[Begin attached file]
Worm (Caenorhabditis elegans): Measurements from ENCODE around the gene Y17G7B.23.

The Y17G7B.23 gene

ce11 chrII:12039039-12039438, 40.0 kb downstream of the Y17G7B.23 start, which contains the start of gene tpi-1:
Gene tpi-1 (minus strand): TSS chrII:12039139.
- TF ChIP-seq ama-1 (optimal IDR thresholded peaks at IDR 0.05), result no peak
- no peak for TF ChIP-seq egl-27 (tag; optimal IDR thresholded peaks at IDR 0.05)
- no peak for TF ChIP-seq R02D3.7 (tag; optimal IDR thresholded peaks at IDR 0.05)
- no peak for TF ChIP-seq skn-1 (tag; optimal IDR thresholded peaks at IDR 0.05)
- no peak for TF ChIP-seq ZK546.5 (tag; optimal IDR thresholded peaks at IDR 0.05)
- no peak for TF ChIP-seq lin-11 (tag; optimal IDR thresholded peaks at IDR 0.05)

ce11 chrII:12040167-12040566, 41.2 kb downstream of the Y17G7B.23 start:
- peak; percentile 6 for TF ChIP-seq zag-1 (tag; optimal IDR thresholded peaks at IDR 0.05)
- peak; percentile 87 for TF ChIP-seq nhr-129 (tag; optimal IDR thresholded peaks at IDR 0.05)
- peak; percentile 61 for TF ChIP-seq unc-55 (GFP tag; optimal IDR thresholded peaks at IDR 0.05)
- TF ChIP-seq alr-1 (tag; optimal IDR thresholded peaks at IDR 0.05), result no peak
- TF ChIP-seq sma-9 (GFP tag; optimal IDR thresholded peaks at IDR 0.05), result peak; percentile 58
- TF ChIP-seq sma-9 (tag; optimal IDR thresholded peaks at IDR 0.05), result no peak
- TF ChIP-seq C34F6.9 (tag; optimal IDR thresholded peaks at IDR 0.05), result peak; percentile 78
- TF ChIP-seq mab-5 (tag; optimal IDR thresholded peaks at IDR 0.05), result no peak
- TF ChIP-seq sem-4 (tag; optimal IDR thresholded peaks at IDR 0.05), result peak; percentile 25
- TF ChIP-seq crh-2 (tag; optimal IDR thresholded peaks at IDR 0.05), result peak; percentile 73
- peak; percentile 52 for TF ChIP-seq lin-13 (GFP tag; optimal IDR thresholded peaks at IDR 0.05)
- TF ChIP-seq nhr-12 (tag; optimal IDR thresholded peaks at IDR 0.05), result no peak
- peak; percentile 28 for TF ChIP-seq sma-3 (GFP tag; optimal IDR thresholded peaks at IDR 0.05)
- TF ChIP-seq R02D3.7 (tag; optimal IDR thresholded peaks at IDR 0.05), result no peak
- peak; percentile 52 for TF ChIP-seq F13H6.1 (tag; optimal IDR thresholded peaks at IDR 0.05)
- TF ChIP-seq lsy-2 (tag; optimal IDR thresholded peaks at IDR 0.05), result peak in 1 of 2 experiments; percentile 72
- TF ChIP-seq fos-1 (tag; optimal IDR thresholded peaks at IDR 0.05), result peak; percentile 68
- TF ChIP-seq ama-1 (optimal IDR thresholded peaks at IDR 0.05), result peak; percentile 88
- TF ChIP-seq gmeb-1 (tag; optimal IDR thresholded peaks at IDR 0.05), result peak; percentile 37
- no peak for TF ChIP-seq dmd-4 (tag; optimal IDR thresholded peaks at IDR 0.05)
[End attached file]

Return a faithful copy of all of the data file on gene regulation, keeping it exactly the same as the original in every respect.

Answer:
Worm (Caenorhabditis elegans): Measurements from ENCODE around the gene Y17G7B.23.

The Y17G7B.23 gene

ce11 chrII:12039039-12039438, 40.0 kb downstream of the Y17G7B.23 start, which contains the start of gene tpi-1:
Gene tpi-1 (minus strand): TSS chrII:12039139.
- TF ChIP-seq ama-1 (optimal IDR thresholded peaks at IDR 0.05), result no peak
- no peak for TF ChIP-seq egl-27 (tag; optimal IDR thresholded peaks at IDR 0.05)
- no peak for TF ChIP-seq R02D3.7 (tag; optimal IDR thresholded peaks at IDR 0.05)
- no peak for TF ChIP-seq skn-1 (tag; optimal IDR thresholded peaks at IDR 0.05)
- no peak for TF ChIP-seq ZK546.5 (tag; optimal IDR thresholded peaks at IDR 0.05)
- no peak for TF ChIP-seq lin-11 (tag; optimal IDR thresholded peaks at IDR 0.05)

ce11 chrII:12040167-12040566, 41.2 kb downstream of the Y17G7B.23 start:
- peak; percentile 6 for TF ChIP-seq zag-1 (tag; optimal IDR thresholded peaks at IDR 0.05)
- peak; percentile 87 for TF ChIP-seq nhr-129 (tag; optimal IDR thresholded peaks at IDR 0.05)
- peak; percentile 61 for TF ChIP-seq unc-55 (GFP tag; optimal IDR thresholded peaks at IDR 0.05)
- TF ChIP-seq alr-1 (tag; optimal IDR thresholded peaks at IDR 0.05), result no peak
- TF ChIP-seq sma-9 (GFP tag; optimal IDR thresholded peaks at IDR 0.05), result peak; percentile 58
- TF ChIP-seq sma-9 (tag; optimal IDR thresholded peaks at IDR 0.05), result no peak
- TF ChIP-seq C34F6.9 (tag; optimal IDR thresholded peaks at IDR 0.05), result peak; percentile 78
- TF ChIP-seq mab-5 (tag; optimal IDR thresholded peaks at IDR 0.05), result no peak
- TF ChIP-seq sem-4 (tag; optimal IDR thresholded peaks at IDR 0.05), result peak; percentile 25
- TF ChIP-seq crh-2 (tag; optimal IDR thresholded peaks at IDR 0.05), result peak; percentile 73
- peak; percentile 52 for TF ChIP-seq lin-13 (GFP tag; optimal IDR thresholded peaks at IDR 0.05)
- TF ChIP-seq nhr-12 (tag; optimal IDR thresholded peaks at IDR 0.05), result no peak
- peak; percentile 28 for TF ChIP-seq sma-3 (GFP tag; optimal IDR thresholded peaks at IDR 0.05)
- TF ChIP-seq R02D3.7 (tag; optimal IDR thresholded peaks at IDR 0.05), result no peak
- peak; percentile 52 for TF ChIP-seq F13H6.1 (tag; optimal IDR thresholded peaks at IDR 0.05)
- TF ChIP-seq lsy-2 (tag; optimal IDR thresholded peaks at IDR 0.05), result peak in 1 of 2 experiments; percentile 72
- TF ChIP-seq fos-1 (tag; optimal IDR thresholded peaks at IDR 0.05), result peak; percentile 68
- TF ChIP-seq ama-1 (optimal IDR thresholded peaks at IDR 0.05), result peak; percentile 88
- TF ChIP-seq gmeb-1 (tag; optimal IDR thresholded peaks at IDR 0.05), result peak; percentile 37
- no peak for TF ChIP-seq dmd-4 (tag; optimal IDR thresholded peaks at IDR 0.05)